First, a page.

GEORGIA BICYCLE LAWS
It’s important to know your legal rights (and duties) when bicycling in Georgia. It is especially important after a bicycle accident (we call them bicycle “crashes” and explain why here).
For any questions about the State’s bike laws, or about your rights to the road, contact attorney Bruce Hagen directly.
Right to the Road
- Georgia bicyclists generally have the same rights, and same duties, as drivers of motor vehicles, with certain specified exceptions.
- Clinging to motor vehicles while biking is not permitted.
- Bicycles may only carry the number of persons for which it is designed, and nobody is allowed to ride on the handlebars.
- There is no statewide requirement for helmet for adults, however, children under 16 years of age in Georgia must legally wear a helmet while riding in public.
- Georgia’s DUI statute applies to people riding bicycles, but the penalties for DUI under O.C.G.A sec. 40-6-391(c) do not apply to people riding bicycles.
Where to Ride
- Bicycles are to ride as near to the right side of the roadway as practicable, except when (1) turning left, (2) avoiding hazards to safe cycling, (3) the lane is too narrow to share safely with a motor vehicle, (4) traveling the same speed as traffic (5) passing a standing vehicle or one proceeding in the same direction, or (6) there is a right turn only lane and the person riding the bicycle is not turning right.
- People on bicycles must ride in the same direction as the flow of traffic.
- People over the age of 12 are not legally permitted to ride on the sidewalk.
Motor Vehicle Doors
- No person may open the door of a motor vehicle unless it is reasonably safe to do so.
Bike Lanes, Bike Paths and Multi-Use Paths
- Bike lanes are for the exclusive use of Georgia bicyclists, but a person on a bicycle is not required to use the bike lane unless required to do so by a local governing authority.
- Where a bicycle lane is provided on the roadway, the operator of a motor vehicle shall yield to a person operating a bicycle in a bicycle lane.
- To turn left bicyclists may perform a “box turn” or use the left turn lane.
- A left turning bicyclist must yield the right of way to a driver intending to proceed straight at an intersection.
Stop Signs and Traffic Control Devices
- Bicyclists are required to come to a full and complete stop at all stop signs and traffic lights displaying a red signal.
- Bicyclists must use hand/arm signals when turning and stopping.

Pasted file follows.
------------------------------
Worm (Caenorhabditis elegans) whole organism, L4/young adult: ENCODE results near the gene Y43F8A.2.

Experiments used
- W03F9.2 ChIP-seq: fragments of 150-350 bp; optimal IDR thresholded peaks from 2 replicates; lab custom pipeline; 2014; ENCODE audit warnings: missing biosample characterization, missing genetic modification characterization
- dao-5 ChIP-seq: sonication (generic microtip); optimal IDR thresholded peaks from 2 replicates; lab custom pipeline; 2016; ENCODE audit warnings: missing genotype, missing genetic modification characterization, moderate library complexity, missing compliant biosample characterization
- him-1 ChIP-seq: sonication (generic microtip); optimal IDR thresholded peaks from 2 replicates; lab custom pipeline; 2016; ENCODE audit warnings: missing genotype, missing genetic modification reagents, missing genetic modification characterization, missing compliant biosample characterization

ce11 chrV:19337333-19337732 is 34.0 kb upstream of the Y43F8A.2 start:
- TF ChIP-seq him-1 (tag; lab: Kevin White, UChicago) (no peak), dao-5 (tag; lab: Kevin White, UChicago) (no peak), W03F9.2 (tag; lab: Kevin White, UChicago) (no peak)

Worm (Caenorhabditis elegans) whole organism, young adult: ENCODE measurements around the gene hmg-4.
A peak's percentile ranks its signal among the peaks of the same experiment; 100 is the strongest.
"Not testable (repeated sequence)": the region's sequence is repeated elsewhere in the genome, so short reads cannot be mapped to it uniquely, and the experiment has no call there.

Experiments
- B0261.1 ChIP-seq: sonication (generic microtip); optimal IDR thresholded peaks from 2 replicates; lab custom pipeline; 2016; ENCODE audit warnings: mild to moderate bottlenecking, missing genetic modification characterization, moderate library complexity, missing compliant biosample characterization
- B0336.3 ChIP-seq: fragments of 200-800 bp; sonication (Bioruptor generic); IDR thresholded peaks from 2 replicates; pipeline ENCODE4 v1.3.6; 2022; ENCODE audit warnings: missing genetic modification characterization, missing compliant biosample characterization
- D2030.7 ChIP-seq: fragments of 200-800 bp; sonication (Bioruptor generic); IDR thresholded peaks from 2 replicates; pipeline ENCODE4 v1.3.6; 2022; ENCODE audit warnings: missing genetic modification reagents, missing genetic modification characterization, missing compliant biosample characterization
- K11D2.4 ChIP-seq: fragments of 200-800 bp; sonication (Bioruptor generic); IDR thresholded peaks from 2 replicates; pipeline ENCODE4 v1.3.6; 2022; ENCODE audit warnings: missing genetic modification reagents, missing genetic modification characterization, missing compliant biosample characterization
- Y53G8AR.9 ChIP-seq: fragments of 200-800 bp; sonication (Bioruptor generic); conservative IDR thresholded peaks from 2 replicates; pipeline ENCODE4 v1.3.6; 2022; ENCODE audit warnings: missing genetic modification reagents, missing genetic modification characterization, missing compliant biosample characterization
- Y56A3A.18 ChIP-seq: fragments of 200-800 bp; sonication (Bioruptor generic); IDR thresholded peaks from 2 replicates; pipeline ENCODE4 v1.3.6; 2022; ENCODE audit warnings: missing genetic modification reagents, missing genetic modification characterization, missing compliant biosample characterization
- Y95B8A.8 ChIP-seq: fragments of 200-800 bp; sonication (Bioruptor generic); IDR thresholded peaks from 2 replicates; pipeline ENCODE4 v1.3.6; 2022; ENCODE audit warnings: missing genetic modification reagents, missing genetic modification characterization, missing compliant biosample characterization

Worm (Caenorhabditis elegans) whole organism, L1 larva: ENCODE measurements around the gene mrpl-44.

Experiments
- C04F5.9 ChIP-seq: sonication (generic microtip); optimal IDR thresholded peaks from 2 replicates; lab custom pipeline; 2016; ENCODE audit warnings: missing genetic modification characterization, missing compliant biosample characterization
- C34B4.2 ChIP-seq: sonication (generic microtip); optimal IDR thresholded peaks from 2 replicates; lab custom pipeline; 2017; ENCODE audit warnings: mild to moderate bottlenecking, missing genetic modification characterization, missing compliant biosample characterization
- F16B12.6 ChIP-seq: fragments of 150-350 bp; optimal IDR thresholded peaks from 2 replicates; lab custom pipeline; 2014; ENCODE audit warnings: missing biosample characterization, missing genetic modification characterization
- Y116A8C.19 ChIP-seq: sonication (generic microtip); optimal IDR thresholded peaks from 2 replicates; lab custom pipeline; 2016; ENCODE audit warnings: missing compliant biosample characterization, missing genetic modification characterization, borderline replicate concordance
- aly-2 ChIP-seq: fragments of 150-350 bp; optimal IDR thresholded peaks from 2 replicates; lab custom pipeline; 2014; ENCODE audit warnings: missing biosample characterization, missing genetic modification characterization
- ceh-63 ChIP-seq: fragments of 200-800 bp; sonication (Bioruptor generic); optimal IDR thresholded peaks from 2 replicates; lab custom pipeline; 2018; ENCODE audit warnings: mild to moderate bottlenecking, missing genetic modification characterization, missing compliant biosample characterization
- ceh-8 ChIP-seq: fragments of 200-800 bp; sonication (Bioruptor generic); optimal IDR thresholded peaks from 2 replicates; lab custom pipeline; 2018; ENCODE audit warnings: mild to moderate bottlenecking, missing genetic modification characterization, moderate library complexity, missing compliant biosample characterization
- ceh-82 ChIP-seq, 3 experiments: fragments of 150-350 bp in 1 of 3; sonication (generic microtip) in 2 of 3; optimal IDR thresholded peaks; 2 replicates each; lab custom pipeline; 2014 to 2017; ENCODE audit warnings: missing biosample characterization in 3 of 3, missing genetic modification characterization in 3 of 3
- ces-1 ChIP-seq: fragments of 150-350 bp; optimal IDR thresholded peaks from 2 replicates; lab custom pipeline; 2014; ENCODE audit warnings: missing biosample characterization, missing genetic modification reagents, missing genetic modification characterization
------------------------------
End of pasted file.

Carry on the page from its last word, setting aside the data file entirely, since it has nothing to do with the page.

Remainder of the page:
Drivers Overtaking Bicyclists
- The operator of a motor vehicle, when overtaking and passing a bicycle that is proceeding in the same direction on the roadway, shall leave a “safe distance” between the motor vehicle and the bicycle. “Safe Distance” is defined by law as meaning not less than three (3) feet.
Bicycles Passing on the Right
- Bicyclists may pass motor vehicles on the right only if conditions permit such movement in safety and only if it can be done without riding off the roadway. Under such conditions, a person on a bicycle can pass on the right if (1) the vehicle being passed is making or about to make a left turn, or (2) upon a street or highway with unobstructed pavement of sufficient width for two or more lanes of moving vehicles in the direction being traveled by the overtaking vehicle. (NOTE: since a bicycle is considered a “vehicle” and since a Bike lane is a “lane”, one interpretation is that if there’s enough pavement to the right of the car in which to fit a bike lane, then it’s ok to pass cars on the right as long as all other specified conditions are met)
- Bicyclists may not ride more than 2 abreast on the road.
- Every bicycle must be equipped with a white front facing headlight visible from at least 300 feet at night, and a red rear reflector or red light visible from at least 300 feet at night.
- Every bicycle shall be equipped with a brake which will enable the operator to make the braked wheels skid on dry, level pavement.
- No bicycle shall have handlebars so raised that the operator must elevate his or her hands above the operator’s shoulders in order to grasp the normal steering grip area.
Police Inspection of Bicycles
- A uniformed police officer may stop and inspect a bicycle at any time upon reasonable cause that a bicycle is unsafe or not equipped as required by law.
Electric Assist Bikes
- Bicyclists may use a e-bikes in the same matter as traditional bicycles.
- Local governing authorities may pass different rules for operation of electric assist bicycles.
- Rules and Laws regarding e-bikes are in flux and likely to change rapidly, so check for updates regularly.